My only son to be drafted? Over my dead body...

My only son to be drafted? Over my dead body...

Horrifying beatings, torture and murders of young army recruits — many covered up — expose the violent culture within our military

Beating victim Songtham Mudmad's mother (centre) and relatives sit in front of his coffin. His mother has asked Prime Minister Prayut Chan-o-cha for justice and refused to give permission to cremate her son's body until her voice is heard.
Beating victim Songtham Mudmad's mother (centre) and relatives sit in front of his coffin. His mother has asked Prime Minister Prayut Chan-o-cha for justice and refused to give permission to cremate her son's body until her voice is heard.

So it has come to this: Army chief Teerachai Nakvanich has told his subordinates not to murder or torture each other. That this even needs saying is a national disgrace.

Private Songtham Mudmad was murdered by fellow army recruits last weekend, and while he was a volunteer it came on the same day as thousands of young men across the country were starting to line up and draw cards for the national draft. Those who were spared breathed a sigh of relief. But many of those who will have to spend the next two years in the barracks will be wondering what sort of abuses they might be subjected to.

Pvt Songtham, 23, was tortured from 9pm to 4am at an army camp in Yala. The seven hours of beatings ended early last Sunday, when he was taken to hospital where he died covered in bruises and burns. He was not alone: Private Chatpisut Chumphan was also assaulted, but survived to identify their attackers.

Nor is he alone in being murdered in the barracks. Private Wichian Phuaksom, 26, was subjected to a range of abuses at a training camp in Narathiwat before being beaten until 1am on June 2, 2011. He died in agony several days later and the damage to his body was enormous, to the point family members struggled to recognise him. Pictures of his body, which his family shared last year in a renewed push for public attention and justice, are horrifying.

These are only two examples, and they are already two too many. All too often clips emerge of conscripts or cadets being tied up, slapped, struck with bamboo or subjected to other forms of assault. The Cross Cultural Foundation says 22 high-profile deaths have occurred in the barracks in the past eight years, although it is suspected other deaths and suicides can also be attributed to the violent culture in the military. Rumours abound -- as is their wont -- of other deaths being covered up or officially explained away as illnesses, heart attacks or car crashes.

It is no wonder many would rather study, move overseas or claim whatever exemption they can on health grounds than run the risk that national service will be a hellish, potentially deadly, experience. Conscription is fundamentally abusive because it forces men to be soldiers against their will, and armies are much better run when they are professional. Not to mention the draft can take two years out of a young man's life when he could be building a career, raising a family, studying to advance his prospects -- all of which are arguably of much more service to the nation than marching around army camps at the crack of dawn.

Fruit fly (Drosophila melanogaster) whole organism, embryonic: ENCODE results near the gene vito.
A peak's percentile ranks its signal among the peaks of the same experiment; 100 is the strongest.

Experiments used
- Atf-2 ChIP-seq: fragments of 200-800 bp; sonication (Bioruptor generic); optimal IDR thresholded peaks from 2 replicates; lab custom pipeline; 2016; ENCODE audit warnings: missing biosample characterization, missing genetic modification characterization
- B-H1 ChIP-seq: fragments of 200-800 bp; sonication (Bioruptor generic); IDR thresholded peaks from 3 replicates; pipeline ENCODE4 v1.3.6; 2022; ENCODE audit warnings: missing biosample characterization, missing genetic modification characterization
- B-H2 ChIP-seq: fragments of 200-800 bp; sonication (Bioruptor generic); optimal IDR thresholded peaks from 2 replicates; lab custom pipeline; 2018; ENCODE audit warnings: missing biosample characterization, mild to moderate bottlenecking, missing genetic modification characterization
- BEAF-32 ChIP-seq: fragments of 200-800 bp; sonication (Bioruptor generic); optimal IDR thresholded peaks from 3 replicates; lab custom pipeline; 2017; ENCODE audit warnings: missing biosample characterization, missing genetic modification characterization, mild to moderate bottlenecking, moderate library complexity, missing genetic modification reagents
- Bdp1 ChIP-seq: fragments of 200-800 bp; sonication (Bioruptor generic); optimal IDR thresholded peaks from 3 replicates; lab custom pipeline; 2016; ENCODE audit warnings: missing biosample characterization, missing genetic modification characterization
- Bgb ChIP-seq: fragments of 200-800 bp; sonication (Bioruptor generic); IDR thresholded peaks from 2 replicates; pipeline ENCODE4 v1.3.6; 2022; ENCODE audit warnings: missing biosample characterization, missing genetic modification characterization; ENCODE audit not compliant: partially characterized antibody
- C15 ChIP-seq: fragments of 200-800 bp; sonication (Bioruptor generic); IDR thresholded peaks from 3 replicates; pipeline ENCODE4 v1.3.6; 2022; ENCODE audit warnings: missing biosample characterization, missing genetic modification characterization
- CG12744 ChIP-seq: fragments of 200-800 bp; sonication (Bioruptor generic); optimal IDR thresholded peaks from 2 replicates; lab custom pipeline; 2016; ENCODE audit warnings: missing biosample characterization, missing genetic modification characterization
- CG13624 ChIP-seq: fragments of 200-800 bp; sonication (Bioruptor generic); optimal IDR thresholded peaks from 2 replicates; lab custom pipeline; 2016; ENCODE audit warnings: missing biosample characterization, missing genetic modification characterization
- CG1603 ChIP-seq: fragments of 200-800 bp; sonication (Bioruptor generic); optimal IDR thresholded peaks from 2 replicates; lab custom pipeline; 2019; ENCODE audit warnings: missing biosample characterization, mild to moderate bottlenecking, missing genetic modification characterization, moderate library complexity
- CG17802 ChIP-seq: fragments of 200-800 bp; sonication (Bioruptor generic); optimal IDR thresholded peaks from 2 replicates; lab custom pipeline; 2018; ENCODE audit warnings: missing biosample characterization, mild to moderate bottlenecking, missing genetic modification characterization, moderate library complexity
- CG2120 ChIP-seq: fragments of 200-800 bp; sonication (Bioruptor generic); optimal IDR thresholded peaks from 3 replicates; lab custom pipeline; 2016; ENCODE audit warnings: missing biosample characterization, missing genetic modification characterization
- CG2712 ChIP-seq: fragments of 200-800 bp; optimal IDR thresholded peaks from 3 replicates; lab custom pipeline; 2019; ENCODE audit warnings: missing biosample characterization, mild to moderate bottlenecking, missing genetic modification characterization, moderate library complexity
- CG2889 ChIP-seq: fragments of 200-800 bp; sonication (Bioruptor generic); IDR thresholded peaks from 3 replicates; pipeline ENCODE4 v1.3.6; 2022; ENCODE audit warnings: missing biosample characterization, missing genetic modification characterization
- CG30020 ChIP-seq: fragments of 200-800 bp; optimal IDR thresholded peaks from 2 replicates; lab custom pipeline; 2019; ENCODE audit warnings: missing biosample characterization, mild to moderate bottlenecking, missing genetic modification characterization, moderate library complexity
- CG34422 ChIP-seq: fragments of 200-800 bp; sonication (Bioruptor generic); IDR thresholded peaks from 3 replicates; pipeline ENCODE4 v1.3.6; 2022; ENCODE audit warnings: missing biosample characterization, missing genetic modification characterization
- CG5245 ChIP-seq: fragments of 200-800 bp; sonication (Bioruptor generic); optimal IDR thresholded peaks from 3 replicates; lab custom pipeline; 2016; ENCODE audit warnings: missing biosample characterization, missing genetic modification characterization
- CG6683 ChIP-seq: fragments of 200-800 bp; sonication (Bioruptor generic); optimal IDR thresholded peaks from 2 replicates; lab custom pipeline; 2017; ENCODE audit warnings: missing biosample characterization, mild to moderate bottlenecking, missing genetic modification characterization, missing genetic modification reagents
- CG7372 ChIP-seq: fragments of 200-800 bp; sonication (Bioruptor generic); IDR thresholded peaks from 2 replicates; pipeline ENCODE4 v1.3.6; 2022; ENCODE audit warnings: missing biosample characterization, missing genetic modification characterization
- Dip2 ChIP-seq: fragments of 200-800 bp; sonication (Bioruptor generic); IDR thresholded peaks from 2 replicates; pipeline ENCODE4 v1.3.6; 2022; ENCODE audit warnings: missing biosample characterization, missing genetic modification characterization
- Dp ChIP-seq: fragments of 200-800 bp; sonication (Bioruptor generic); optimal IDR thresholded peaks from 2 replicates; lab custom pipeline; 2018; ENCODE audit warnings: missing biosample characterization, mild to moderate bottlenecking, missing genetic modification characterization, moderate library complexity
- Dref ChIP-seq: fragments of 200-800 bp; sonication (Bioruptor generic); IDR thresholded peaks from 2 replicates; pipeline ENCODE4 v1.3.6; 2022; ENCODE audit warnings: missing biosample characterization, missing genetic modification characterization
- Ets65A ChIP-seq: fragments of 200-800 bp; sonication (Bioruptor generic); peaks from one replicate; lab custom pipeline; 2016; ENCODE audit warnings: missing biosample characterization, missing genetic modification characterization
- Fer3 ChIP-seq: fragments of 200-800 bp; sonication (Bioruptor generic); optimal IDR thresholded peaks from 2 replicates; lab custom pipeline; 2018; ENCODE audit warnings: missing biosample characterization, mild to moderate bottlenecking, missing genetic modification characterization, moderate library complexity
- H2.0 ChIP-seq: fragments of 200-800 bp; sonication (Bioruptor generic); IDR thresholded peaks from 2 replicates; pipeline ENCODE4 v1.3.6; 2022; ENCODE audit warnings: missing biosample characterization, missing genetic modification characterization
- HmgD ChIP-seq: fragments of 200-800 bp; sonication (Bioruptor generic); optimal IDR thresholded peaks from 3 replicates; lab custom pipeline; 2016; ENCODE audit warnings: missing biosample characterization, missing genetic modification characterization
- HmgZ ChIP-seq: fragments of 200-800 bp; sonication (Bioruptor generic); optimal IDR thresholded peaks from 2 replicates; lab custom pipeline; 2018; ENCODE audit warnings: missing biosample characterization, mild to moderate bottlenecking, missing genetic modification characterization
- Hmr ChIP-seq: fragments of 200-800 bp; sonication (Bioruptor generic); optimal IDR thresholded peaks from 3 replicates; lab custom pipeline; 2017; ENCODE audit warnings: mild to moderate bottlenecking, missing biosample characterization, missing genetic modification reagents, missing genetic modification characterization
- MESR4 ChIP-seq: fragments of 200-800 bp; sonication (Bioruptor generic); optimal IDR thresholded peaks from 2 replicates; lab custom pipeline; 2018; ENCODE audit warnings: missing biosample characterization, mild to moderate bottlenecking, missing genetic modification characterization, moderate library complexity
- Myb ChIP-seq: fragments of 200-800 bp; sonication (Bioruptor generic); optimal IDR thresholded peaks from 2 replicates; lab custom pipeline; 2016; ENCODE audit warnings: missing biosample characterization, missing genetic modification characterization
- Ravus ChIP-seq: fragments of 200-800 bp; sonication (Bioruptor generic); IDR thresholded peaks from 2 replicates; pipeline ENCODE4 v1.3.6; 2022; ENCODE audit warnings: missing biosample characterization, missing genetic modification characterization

Thailand is not alone in having national service, and junta leader Prayut Chan-o-cha was recently singing the praises of South Korean soap Descendants of the Sun for pushing a patriotic message. The series is an attempt to encourage young South Koreans to tolerate the draft there, since conscription is a fiercely debated topic and claims of abuse and bullying have made it unpopular. Unlike here, the death of a conscript led to repercussions for Seoul's top brass and the resignation of an army chief. In the wake of recent scandals, it is clear the promises Gen Prayut made as army chief to end abuse in the barracks have not been fulfilled. The words on Friday from Gen Teerachai, asking officers to "take good care" of conscripts, are not enough.

Avoiding military service in one form or another is almost impossible for Thai males, and this was made abundantly clear last week. On Thai Rath TV, journalist Jomquan Laopetch asked Gen Trichak Nakapaibool what a man would have to do so that he would not have to spend a day as a soldier. His answer, "Don't have Thai citizenship."

My son is a Thai male, all of three months old. If nothing changes in the years ahead I will take Gen Trichak's advice and have his citizenship revoked: There is no way he will serve in the army as it stands today. Fortunately, I have a choice where so many others do not. Parents who feel the same take whatever steps they can to avoid having their children exposed to an institution where such abuses occur -- resorting to bribery or lying about their health conditions when necessary -- but many are powerless to resist.

Promises to end the abuse have been made before. There is no reason to believe them this time until wrongdoers are punished, the military makes examples those in charge of the camps that allow such a culture to flourish and abolishes conscription. Don't hold your breath. As it stands, the military is killing our children. I won't let it kill mine.


Michael Ruffles is chief sub-editor of the Bangkok Post Sunday.

Michael Ruffles

Chief sub-editor of the Bangkok Post Sunday

Michael Ruffles is chief sub-editor of the Bangkok Post Sunday.

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